More than one in 10 women in an ICT industry experiences blatant discrimination, and more than half say the ICT culture creates subtle discrimination, the survey found.

More than a third said important decisions were made outside the office, and 20 per cent said their workplace culture excluded them from non-work socialising that was necessary for career advancement.

Almost 20 per cent said they need to act masculine to get their own way, and more than 40 per cent said they were held to a higher standard then their male peers.

Many respondents complained of a "silicon ceiling". One woman told the survey, "be prepared to work your butt off while others around you snooze". Another said, "keep up with the latest technical trends if you want respect from your male peers. To advance in the ICT industry you have to work harder than your male peers."

Consultant Dr Catherine Norton has heard similar stories from across the country. She has just returned from a series of workshops on leadership for women in ICT, sponsored by Australian Women in Science and IT Entity (AWise) and funded by the Australian Government Office for Women.

"The stories I hear are that women need help in areas like influence, like learning leadership skills, feeling like it's a bit of a boys club, and they don't feel like they can break through barriers," Dr Norton says. "They come to the workshop for some renewal, to get the spark and the passion back because they are burnt out and tired, they feel they are working very hard and not getting anywhere.


Wednesday, May 28, 2008

Tech girls are chic, not just geek

Tech girls are chic, not just geek is a fun new book showing that it takes all types of people to work in Information Technology (IT). 16 'tech girls' are women working in a range of technology jobs across Australia. They are a bunch of fun and funky women who find working with technology challenging and interesting, and they are far from fitting the stereotypical 'geek' image portrayed by the media. They use their technical and/or non-technical skills (usually a combination of both) to have a successful career in IT.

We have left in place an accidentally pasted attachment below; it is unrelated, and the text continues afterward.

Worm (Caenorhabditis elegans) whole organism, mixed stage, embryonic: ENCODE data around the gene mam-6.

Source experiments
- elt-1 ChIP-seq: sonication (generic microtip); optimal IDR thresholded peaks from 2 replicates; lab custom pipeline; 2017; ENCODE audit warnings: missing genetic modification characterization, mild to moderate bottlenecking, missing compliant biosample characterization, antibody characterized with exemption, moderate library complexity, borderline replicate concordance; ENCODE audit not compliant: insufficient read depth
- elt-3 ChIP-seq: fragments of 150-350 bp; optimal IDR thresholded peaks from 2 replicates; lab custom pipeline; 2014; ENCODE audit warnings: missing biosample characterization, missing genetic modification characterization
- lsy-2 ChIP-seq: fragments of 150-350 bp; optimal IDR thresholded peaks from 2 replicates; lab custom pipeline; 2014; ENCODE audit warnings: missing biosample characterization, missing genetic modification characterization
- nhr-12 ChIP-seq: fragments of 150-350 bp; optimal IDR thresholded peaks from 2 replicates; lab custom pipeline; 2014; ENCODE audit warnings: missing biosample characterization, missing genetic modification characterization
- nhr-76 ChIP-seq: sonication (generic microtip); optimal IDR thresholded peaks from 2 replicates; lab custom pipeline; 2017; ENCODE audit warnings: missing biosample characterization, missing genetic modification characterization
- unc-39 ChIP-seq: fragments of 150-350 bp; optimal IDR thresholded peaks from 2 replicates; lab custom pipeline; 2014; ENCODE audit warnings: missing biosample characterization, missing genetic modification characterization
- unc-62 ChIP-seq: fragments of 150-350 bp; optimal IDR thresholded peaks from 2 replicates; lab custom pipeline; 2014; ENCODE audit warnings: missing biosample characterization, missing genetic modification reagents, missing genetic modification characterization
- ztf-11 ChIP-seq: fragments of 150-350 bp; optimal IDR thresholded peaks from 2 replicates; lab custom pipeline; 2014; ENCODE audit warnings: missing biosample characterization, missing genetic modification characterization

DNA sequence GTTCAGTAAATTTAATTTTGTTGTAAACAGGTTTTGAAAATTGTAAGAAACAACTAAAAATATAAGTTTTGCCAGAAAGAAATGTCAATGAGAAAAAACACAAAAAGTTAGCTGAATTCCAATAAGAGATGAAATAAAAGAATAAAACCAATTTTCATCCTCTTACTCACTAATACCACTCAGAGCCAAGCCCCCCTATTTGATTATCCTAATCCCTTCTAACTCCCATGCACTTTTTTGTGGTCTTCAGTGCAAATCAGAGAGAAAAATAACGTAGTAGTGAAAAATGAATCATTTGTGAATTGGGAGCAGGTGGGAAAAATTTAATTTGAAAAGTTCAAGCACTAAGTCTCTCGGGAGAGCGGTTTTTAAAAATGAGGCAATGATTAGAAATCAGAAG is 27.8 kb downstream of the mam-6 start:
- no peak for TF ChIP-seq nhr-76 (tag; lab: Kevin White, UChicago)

So who wouldn't want to work with technology? There are heaps of jobs all over the world, travel to exotic locations, interesting and challenging work, and you often don't have to work in a boring office. Sounds like a great career? We think so! So why do so few people (especially girls) choose this type of career? That's a great question. Researchers have been trying to uncover this mystery for many years, and conclude that the industry has a serious image problem. The stereotype is that working with technology is boring, and that you have to be nerdy and spend all day in front of a computer alone. This is not what Information Technology (IT) is all about. Once you see the book you will see why! You can see a bunch of fabulous gals who work with technology every day; and they love it.

What if you were the person who invented the iPod, or YouTube, or Instant Messaging? Could this be you? Why not? It had to be someone! And it could be you. Imagine what technology would look like if we had more girls creating it? It might be a very different world! And new technology jobs are created every day, so your job of the future might not exist yet. How exciting!